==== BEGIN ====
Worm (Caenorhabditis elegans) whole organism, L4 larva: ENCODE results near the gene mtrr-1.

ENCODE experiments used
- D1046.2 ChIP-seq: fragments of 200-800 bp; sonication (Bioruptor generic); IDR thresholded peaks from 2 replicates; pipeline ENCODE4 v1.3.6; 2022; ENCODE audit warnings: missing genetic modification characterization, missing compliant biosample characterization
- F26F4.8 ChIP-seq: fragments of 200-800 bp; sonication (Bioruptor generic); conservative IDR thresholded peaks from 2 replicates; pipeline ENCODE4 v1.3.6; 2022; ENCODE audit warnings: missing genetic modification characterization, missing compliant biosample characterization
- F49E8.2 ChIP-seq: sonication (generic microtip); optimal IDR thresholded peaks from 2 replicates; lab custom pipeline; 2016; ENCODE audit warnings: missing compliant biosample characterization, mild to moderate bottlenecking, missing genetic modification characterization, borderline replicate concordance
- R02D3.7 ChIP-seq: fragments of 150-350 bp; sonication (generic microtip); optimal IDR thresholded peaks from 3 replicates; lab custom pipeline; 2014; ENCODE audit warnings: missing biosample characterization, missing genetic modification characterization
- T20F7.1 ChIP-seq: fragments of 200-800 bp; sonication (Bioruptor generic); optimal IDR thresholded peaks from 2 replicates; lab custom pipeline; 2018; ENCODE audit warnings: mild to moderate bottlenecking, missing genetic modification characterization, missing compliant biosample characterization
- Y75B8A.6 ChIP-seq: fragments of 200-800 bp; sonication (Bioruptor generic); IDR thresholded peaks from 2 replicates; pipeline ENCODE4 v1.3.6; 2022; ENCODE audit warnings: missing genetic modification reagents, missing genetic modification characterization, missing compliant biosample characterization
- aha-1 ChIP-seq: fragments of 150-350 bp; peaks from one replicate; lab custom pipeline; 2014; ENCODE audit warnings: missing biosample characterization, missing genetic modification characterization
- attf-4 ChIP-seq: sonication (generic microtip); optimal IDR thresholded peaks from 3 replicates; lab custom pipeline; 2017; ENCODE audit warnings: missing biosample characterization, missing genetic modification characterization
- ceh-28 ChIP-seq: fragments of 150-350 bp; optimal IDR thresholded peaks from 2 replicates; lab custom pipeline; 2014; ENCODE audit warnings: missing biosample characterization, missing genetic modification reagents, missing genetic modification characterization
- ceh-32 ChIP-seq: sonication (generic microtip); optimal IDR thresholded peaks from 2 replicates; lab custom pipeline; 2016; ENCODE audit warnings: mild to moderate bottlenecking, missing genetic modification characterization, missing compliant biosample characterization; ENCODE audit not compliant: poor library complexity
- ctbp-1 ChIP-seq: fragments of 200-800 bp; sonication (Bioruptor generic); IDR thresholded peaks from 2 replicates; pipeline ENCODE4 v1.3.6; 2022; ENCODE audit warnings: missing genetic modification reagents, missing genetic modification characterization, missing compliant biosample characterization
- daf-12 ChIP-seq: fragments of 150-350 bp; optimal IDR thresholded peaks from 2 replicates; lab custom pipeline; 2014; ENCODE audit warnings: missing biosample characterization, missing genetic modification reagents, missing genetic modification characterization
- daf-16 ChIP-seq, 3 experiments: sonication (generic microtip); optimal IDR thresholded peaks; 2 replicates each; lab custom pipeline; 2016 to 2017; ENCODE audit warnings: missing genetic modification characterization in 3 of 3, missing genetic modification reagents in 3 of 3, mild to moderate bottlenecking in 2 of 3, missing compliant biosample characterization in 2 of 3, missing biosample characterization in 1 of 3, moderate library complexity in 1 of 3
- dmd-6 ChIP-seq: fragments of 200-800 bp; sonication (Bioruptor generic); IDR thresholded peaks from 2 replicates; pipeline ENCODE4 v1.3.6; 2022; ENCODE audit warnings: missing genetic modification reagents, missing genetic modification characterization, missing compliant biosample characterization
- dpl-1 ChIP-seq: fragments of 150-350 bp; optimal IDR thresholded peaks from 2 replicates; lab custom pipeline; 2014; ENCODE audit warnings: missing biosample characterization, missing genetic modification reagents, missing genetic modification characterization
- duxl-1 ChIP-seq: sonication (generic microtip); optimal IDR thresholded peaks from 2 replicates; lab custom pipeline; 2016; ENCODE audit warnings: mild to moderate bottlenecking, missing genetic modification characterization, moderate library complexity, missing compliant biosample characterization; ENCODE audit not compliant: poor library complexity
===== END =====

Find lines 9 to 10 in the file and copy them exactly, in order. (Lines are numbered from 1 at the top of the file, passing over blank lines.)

- aha-1 ChIP-seq: fragments of 150-350 bp; peaks from one replicate; lab custom pipeline; 2014; ENCODE audit warnings: missing biosample characterization, missing genetic modification characterization
- attf-4 ChIP-seq: sonication (generic microtip); optimal IDR thresholded peaks from 3 replicates; lab custom pipeline; 2017; ENCODE audit warnings: missing biosample characterization, missing genetic modification characterization